As argued above, the technical feasibility of a liquid propulsion package is possible, but the possibility of external help either from China or North Korea cannot be ruled out. The fact that design-engineering, testing, qualification and incorporation in three missile systems has been achieved in record time is also indicative of external support including material, component and sub-system supply.

    1. The Notice to Mariners issued by the Pakistan Navy earmarks the missile flight range safety zone and in this case the farthest points of the safety zone are located at 1100 km from the launch range at Winder and far short of the claimed range of 2200 km. This could mean that the Ababeel flight of 24 January was a proving test of a new missile system. The lower range was the result of achieved design parameters (e.g. higher inert mass, lower propellant energetics) or by trajectory shaping. One usually expects to test a missile to its the full potential on the first developmental flight and not for a shorter range.

    To Conclude
    In summary, it would appear that Pakistan is in the process of putting together the building blocks for a MIRV capable missile. However, their assertion of possessing miniaturized warheads is open to doubt. The Chinese transfer of the CHIC-4 nuclear weapon design to Pakistan , which even involved orchestrating a test of the system for Pakistan in 1990, is well documented. According to Thomas Reed, co-author of the book ‘The Nuclear Express – A Political History of the Bomb and Its Proliferation’, the speedy response by Pakistan to the Indian nuclear tests of May 1998 was on account of the fact that they had a ‘carefully engineered device in which they had great confidence’. This confidence emanated from the receipt of the CHIC-4 design, training received by them and the test carried out by China for Pakistan in 1990. China’s interests today are economic; China is close to achieving big power status; and has no major stake in furthering Pakistani nuclear weapon capability. Pakistan may therefore have to depend upon itself for achieving the required miniaturization of weapon systems for use in MIRVs.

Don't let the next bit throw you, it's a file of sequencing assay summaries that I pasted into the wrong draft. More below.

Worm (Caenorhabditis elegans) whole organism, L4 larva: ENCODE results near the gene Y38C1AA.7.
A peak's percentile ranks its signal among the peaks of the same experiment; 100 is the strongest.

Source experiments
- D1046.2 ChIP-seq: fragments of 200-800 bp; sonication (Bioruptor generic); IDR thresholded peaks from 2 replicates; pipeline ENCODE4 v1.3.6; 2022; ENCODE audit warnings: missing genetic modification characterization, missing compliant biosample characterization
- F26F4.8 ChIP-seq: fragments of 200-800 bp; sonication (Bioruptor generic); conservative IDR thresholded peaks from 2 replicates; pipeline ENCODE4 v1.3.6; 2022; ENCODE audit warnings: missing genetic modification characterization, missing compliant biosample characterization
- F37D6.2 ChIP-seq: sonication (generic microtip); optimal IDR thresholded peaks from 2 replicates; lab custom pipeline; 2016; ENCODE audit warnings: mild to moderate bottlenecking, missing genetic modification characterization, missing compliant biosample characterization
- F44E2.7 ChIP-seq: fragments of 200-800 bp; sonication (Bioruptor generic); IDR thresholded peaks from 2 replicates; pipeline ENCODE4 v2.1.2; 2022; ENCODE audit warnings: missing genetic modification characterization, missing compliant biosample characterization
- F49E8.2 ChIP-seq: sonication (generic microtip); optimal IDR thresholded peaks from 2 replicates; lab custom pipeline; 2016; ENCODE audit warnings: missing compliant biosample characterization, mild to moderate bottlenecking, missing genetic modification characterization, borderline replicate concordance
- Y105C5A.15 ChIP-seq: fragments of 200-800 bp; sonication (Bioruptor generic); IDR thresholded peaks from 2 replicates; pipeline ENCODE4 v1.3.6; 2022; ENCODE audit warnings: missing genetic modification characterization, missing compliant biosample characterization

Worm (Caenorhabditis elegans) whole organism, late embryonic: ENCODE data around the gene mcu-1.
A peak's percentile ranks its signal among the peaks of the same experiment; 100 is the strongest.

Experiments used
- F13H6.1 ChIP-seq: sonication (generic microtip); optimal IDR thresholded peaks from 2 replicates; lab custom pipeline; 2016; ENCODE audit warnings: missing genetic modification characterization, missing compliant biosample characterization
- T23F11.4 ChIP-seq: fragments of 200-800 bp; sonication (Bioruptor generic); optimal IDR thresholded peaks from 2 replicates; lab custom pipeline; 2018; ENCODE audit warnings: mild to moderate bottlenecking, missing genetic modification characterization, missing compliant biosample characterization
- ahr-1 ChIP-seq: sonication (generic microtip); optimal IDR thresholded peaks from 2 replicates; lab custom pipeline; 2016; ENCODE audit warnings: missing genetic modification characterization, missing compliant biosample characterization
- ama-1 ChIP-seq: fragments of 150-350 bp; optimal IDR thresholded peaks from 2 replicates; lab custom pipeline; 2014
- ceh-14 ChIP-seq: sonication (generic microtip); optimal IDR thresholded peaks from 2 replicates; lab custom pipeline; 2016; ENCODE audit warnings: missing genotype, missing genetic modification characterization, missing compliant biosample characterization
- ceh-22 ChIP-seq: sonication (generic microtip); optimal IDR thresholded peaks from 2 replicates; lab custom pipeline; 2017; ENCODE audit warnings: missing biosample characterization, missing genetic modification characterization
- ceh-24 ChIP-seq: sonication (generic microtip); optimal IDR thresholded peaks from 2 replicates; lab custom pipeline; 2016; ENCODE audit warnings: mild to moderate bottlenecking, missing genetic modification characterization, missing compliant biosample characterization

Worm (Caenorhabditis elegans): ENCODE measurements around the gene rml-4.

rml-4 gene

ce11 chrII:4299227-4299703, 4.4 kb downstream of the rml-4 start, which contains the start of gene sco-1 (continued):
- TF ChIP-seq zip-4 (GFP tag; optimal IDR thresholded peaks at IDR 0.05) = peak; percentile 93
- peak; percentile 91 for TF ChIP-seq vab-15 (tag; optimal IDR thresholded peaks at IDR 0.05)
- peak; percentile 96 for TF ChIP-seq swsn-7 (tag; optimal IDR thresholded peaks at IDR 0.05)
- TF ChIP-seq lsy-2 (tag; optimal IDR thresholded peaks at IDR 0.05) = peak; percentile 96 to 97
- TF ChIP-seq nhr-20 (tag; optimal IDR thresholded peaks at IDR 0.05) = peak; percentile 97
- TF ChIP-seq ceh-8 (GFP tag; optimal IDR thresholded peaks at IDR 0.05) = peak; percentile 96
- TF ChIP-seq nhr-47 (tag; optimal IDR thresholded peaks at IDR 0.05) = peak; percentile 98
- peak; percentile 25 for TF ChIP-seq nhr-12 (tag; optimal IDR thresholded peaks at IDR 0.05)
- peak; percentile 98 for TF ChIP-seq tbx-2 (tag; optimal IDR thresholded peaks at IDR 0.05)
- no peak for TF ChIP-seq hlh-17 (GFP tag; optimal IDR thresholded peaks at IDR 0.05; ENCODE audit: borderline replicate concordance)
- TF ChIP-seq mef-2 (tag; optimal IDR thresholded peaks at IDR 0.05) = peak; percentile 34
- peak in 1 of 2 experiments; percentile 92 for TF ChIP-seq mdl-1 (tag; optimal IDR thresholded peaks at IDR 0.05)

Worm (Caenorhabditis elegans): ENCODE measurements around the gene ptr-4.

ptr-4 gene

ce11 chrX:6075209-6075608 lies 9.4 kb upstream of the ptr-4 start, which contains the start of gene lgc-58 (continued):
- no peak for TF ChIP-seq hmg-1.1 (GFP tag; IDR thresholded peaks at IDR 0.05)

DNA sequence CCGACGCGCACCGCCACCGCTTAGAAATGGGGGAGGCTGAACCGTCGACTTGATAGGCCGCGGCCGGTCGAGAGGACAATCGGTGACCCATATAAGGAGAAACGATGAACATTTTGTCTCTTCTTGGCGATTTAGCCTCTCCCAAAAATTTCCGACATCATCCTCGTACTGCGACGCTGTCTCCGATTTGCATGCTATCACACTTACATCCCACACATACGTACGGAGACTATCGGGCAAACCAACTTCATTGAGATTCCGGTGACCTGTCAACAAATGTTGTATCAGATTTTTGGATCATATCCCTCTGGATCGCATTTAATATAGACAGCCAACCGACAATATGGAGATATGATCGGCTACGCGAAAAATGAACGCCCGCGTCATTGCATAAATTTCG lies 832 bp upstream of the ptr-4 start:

The US has built and tested a large number and variety of weapon systems. Consequently, when they undertake a re-design or reliability upgrade programme, they have reams of test data to back their design effort. In spite of this they have had number of problems and many issues related to safety. The description of accidents during carriage and other near-miss situations that US nuclear weapons have been involved in is lucidly described in the book ‘Command and Control’ authored by Eric Schlosser. Seen in this light, the reliability of an untested weapon system is open to question.